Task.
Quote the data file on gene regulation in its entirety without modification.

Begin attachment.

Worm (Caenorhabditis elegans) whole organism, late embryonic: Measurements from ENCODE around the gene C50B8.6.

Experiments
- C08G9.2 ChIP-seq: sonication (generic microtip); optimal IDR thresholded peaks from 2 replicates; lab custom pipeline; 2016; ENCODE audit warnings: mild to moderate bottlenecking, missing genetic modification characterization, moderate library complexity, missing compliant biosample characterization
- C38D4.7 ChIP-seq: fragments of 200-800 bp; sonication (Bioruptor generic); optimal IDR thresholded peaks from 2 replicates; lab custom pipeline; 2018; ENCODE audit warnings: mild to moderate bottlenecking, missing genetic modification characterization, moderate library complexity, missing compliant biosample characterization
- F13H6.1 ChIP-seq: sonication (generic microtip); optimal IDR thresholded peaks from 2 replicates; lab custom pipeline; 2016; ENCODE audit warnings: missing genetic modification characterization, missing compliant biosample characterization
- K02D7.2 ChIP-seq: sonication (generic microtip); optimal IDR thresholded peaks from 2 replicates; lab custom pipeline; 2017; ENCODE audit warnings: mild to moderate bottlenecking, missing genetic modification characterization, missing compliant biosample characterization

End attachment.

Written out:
Worm (Caenorhabditis elegans) whole organism, late embryonic: Measurements from ENCODE around the gene C50B8.6.

Experiments
- C08G9.2 ChIP-seq: sonication (generic microtip); optimal IDR thresholded peaks from 2 replicates; lab custom pipeline; 2016; ENCODE audit warnings: mild to moderate bottlenecking, missing genetic modification characterization, moderate library complexity, missing compliant biosample characterization
- C38D4.7 ChIP-seq: fragments of 200-800 bp; sonication (Bioruptor generic); optimal IDR thresholded peaks from 2 replicates; lab custom pipeline; 2018; ENCODE audit warnings: mild to moderate bottlenecking, missing genetic modification characterization, moderate library complexity, missing compliant biosample characterization
- F13H6.1 ChIP-seq: sonication (generic microtip); optimal IDR thresholded peaks from 2 replicates; lab custom pipeline; 2016; ENCODE audit warnings: missing genetic modification characterization, missing compliant biosample characterization
- K02D7.2 ChIP-seq: sonication (generic microtip); optimal IDR thresholded peaks from 2 replicates; lab custom pipeline; 2017; ENCODE audit warnings: mild to moderate bottlenecking, missing genetic modification characterization, missing compliant biosample characterization